14. Your post has me salivating. Now, I've got to search these little treats out.Thanks fo the tip. ← Uh oh! I feel badly. I don't know where you live Chow Guy, but I don't think either of these chocolates make it to the states. If you are in Paris now or in the future Rochoux's shop is on Rue d'Assas, just South of the Bon Marche and Etoile d'Or in the 9th carries Bernachon's chocolate. So sorry to get your mouth's hopes up. Irresponsible posting!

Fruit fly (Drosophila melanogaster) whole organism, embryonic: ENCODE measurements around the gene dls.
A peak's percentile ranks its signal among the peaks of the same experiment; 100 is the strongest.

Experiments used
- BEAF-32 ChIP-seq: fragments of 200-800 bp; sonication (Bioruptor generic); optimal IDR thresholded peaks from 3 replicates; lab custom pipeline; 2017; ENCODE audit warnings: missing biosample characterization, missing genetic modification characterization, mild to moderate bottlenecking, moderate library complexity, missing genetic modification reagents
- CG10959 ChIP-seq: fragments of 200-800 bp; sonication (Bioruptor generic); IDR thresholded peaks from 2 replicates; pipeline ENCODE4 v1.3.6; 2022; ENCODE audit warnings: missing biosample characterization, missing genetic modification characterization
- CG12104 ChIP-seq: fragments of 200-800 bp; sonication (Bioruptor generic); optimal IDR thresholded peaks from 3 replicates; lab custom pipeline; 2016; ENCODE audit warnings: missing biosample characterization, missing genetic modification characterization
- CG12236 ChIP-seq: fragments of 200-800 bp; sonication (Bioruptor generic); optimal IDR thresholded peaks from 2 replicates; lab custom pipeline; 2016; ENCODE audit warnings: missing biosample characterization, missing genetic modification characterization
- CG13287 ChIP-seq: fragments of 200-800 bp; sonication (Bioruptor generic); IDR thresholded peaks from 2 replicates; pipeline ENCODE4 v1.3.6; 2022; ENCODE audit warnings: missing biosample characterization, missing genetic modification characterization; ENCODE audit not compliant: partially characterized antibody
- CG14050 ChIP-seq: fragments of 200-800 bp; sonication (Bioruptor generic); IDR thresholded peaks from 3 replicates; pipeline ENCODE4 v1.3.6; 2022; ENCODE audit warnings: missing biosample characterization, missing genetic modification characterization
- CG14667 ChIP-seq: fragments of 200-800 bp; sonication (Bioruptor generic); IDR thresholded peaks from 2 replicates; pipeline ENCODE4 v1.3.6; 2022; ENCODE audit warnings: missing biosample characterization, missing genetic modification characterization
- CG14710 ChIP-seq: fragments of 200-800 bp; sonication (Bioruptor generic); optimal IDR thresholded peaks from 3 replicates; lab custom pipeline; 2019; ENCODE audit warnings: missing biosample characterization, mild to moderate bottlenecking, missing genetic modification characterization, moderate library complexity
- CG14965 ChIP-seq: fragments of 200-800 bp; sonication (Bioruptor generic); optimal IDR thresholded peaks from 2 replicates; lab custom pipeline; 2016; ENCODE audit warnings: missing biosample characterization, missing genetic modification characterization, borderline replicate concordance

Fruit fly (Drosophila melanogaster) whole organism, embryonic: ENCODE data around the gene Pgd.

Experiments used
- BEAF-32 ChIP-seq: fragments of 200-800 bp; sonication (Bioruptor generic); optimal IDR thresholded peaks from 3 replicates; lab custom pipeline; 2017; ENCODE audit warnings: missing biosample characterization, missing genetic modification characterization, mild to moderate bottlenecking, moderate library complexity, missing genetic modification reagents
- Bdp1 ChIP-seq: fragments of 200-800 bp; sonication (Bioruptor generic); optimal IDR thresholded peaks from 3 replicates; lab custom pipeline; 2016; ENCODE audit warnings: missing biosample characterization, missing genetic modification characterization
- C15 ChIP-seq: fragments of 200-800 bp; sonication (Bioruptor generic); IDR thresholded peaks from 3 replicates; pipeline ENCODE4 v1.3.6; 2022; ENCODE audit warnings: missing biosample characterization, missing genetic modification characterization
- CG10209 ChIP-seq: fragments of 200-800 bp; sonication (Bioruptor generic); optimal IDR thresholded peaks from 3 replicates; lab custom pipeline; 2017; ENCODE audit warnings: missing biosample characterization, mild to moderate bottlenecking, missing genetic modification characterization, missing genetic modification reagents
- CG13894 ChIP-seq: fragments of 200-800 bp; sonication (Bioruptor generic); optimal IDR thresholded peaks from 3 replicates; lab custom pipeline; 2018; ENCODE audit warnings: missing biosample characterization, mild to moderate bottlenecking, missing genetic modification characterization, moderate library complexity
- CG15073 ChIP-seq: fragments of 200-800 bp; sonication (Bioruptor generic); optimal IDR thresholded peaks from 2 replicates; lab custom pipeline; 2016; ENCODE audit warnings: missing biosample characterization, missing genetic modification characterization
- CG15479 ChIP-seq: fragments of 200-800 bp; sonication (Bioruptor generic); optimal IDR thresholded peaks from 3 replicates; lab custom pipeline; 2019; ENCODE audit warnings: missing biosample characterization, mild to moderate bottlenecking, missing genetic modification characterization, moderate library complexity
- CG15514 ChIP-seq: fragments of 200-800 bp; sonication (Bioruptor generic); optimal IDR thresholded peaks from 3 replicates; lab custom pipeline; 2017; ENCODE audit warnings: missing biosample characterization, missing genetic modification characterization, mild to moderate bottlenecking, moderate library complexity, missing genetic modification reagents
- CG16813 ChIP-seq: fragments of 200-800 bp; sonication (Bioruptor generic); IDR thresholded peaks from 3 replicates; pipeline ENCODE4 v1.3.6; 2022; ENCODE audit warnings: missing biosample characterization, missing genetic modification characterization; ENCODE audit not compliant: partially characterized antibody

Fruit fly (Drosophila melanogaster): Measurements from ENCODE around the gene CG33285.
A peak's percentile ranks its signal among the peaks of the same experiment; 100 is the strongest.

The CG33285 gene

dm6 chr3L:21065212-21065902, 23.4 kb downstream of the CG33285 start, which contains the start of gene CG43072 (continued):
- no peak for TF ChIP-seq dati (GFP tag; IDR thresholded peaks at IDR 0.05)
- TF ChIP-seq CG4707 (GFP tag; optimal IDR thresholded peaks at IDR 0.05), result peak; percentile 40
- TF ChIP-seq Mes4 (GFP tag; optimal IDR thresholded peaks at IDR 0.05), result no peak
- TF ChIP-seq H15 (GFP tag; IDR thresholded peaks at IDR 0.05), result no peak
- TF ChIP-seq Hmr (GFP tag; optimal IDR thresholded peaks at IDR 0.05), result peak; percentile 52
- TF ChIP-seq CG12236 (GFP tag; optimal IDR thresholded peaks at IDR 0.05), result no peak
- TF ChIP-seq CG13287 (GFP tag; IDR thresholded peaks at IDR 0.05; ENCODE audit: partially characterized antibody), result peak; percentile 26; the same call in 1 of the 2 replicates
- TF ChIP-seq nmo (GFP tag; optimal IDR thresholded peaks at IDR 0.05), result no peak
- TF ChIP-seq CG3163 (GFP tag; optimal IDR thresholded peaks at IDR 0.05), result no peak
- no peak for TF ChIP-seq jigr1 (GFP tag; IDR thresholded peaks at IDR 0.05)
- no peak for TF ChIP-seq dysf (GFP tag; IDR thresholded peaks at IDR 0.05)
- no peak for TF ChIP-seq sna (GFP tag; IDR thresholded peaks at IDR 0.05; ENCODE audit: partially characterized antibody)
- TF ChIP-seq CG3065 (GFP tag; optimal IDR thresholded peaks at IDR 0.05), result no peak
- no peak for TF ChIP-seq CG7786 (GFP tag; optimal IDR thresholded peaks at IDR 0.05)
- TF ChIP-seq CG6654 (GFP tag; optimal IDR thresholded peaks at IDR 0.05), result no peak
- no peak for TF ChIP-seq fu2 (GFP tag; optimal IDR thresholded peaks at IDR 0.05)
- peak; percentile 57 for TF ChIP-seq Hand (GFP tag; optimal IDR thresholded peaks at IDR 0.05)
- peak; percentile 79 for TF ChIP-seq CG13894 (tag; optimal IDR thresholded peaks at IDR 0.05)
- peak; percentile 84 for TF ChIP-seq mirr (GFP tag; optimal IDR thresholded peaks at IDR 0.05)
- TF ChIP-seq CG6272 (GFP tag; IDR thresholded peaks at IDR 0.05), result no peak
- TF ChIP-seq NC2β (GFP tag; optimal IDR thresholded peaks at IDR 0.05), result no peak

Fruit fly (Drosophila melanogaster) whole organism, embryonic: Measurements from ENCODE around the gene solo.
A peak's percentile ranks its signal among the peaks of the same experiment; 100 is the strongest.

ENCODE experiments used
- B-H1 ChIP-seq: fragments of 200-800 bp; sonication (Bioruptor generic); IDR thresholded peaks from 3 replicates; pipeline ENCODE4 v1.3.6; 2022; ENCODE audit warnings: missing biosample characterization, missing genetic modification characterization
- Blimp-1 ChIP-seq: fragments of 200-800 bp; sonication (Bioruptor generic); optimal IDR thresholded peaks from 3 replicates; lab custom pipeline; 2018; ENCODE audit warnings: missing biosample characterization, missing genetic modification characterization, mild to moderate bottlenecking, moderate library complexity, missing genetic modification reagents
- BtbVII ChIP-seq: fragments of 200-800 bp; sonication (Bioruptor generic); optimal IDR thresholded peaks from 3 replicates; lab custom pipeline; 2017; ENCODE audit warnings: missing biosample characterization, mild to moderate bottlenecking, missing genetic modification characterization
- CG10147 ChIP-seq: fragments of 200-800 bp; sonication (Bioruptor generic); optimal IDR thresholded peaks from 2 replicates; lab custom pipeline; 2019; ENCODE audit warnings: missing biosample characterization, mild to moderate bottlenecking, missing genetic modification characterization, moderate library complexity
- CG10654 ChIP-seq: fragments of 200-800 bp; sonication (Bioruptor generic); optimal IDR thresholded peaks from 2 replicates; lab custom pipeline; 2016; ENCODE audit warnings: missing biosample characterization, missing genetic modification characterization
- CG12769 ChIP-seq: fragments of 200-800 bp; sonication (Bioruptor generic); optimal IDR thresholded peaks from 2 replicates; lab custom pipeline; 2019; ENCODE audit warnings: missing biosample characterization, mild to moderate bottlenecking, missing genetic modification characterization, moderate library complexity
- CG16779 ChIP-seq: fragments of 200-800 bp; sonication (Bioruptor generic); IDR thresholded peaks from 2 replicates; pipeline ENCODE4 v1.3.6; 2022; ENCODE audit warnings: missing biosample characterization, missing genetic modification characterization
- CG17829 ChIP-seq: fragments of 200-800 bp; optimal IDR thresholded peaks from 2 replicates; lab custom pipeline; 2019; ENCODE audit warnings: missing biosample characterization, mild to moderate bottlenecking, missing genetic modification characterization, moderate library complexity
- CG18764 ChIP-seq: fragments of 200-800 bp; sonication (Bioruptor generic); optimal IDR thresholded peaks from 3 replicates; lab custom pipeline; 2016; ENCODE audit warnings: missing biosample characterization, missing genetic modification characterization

15. Hiro It is interesting that you would bring up the topic of Japanese and French pastries. I have been struck recently by the ubiquity of Japanese ingredients found in pastries here in Paris. It is not surprising that Sadaharu Aoki uses them but I've seen green tea macarons a number of different places (Bon Marche, Pierre Herme, Guy Mulot come to mind). Of course I've only seen the salted plum macaron at Aoki. I am currently living in Paris, and before that lived for a year in Bordeaux, France but I have only spent 2 weeks on vacation in Japan (which I loved!). When I was in Kyoto, I was pleasantly surprised by the pastries since I was not expecting any French or Western-style pastries at all. I enjoyed the lighter, less sweet style of treats that we picked up for breakfast every day. I would not say that these pastries were better than ones I find in France, but they definitely had a different flavour profile. I really liked the flavours but other Westerners may not. For example the use of sweetened red beans was difficult for me to get used to. On the other hand some people (including Japanese?) might find pastries in France too rich in general. For me, the fantastic pastries in Paris are one of the reasons that I'm so excited to be living here. I have been making an effort to come home with treats from the various better known patisseries here. 7 Euros is expensive but remains affordable for most people. I work in the wine industry and if you want to compare a high end wine "treat" to a world famous pastry treat you are not even in the same ballpark. Expensive can be relative. Recently I have been going to the patisserie of Arnaud Larher, who is Breton, in the 18th and have yet to be disappointed. For my tastes the more innovative pastries by the big patissiers have actually been the least successful - olive oil and vanilla for example. I didn't get a chance to try Pierre Herme's white truffle hazelnut macaron, but that sounds pretty innovative and an example of international fusion at the same time. [OK, I confess: Pierre Herme has been our least favourite so far. Too much - too heavy, too rich, too strong... however I loved the Emotional Mahogany: mango and lychee compotes topped with caramel marscapone and coconut daquoise. So light and flavorful. Mmmmmm.] After tasting some of the pastries that I have recently I'm struggling to understand the claim that pastries are sub-par in Paris. I am by no means a connoisseur/connaisseur or even a sophisticated consumer of pastries. I have had the good fortune to eat pretty well in a various parts of the world but I do not have a professionally trained palate. I think most anyone who grew up in North America would be blown away by the quality of the pastries found in the patisseries of Paris. My frame of reference is Canada (Toronto) and California (LA and San Francisco) and there is absolutely no comparison. In the past few weeks I have had the best pastries of my life, all here in Paris. I'm almost giddy with the thought of the dozen boulangeries/patisseries within easy walking distance of my apartment.